This week on MSW Interviews:
Today I’d like to introduce you to a very special artist who has amazed me with her incredibly descriptive artwork and her ability to write. Without further ado, I’d like to introduce you to professional artist Jennifer Walker, author of Unexpected Advocate.
Jennifer suffers from a number of chronic illnesses, because as I’ve mentioned in the past, most patients who are chronically ill deal with several diseases and co-morbidities. In Jennifer’s case, she has Rheumatoid Arthritis, Spinal osteoarthritis, Fibromyalgia, neuropathy and SPD (Sensory Processing Disorder).
This is how she uses her impressive art skills to cope with life with chronic illness and pain. Her artwork really hits home for me and speaks volumes about her experiences. I hope you enjoy her interview. Please do leave a comment or a word of support for Jennifer and don’t forget to drop by her blog and say hi!
Thank you so much for joining us today, Jennifer. I am so glad you reached out to me on Twitter for my call out for chronic illness bloggers. I was blown away by your site and by your artwork. I’ve never seen anything like it and I’m really anxious to get this interview underway.
MSW: Can you tell us a little about yourself? When did you first become interested in art?
Well, I was interested as a child in comics and characters from cartoons. I wanted to create characters like Donald Duck or Goofy from Disney. But it was only for a brief period of time. My younger sister, who won awards, and my older brother drew all the time. I considered them talented artists and never myself.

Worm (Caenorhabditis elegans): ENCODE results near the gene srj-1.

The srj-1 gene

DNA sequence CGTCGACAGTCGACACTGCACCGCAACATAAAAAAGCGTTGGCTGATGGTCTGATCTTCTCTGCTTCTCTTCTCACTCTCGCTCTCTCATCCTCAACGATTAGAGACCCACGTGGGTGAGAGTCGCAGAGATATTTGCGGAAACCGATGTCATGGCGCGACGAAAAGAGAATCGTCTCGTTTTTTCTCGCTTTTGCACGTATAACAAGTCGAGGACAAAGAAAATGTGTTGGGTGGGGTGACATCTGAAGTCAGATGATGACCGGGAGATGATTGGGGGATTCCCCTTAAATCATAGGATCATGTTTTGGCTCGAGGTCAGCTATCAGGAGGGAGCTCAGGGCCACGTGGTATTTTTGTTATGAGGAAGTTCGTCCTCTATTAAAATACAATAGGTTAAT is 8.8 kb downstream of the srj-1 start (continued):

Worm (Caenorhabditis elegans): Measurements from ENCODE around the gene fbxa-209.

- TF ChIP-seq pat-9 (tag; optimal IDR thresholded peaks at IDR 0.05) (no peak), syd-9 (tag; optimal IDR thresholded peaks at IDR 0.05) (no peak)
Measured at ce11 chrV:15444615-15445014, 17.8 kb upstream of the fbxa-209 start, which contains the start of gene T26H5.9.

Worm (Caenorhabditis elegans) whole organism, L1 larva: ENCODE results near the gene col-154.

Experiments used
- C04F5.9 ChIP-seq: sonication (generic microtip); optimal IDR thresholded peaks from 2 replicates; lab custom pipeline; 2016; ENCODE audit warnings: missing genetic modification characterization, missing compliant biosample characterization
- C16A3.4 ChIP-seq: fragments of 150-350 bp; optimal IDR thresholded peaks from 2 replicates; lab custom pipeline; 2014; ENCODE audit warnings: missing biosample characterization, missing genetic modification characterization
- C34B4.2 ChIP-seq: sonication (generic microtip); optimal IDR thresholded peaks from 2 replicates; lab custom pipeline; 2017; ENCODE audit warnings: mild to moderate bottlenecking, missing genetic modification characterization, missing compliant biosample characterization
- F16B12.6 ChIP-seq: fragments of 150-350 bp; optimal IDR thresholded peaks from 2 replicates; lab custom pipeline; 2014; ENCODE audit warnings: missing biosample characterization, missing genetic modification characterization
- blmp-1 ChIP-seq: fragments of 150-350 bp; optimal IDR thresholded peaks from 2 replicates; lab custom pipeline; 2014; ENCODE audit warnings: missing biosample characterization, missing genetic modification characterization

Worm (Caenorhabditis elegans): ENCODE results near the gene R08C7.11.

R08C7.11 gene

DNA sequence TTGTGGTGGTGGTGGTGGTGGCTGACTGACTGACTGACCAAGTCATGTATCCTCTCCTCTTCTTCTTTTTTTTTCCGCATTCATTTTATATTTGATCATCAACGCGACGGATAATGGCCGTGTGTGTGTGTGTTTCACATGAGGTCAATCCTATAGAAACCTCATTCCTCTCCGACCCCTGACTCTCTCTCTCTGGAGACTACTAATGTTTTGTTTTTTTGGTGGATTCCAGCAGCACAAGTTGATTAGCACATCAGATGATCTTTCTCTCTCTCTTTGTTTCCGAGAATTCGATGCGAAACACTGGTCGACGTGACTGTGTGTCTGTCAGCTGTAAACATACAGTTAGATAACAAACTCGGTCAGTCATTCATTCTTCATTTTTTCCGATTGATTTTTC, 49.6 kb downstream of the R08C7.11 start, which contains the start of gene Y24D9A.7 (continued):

My true passion for art began in my early 20’s. I was working a telemarketer job where I called clients and worked through surveys. I began sketching people in my college classes and coloring roses during work from copied coloring book pages.
Then, one of my classes was a speech class and I wanted to observe a figure drawing class for a speech. So, I watched most of a 3-hour class with a live model. Near the end the instructor supplied me with charcoal, paper, and a class easel to give it a try myself. All she said to me was to ignore what I think it should look like and draw what I actually see.
It was super cathartic and amazing to draw. I got lost in the feel of the charcoal on my hands, following the lines, and creating light and shadow. At the end she came over to my piece and looked at it in awe. She said right then and there she would make sure I got any kind of scholarship I needed to take her class. She said I was good and she had to have me as her student. I took her charcoal figure drawing classes for a few years. That is what ignited my passion for art.
MSW: What is something positive that art has done for you over the years?
When I began taking art classes I was young and insecure about my body as we all are. My flaws seemed huge and I was not too happy with what I looked like.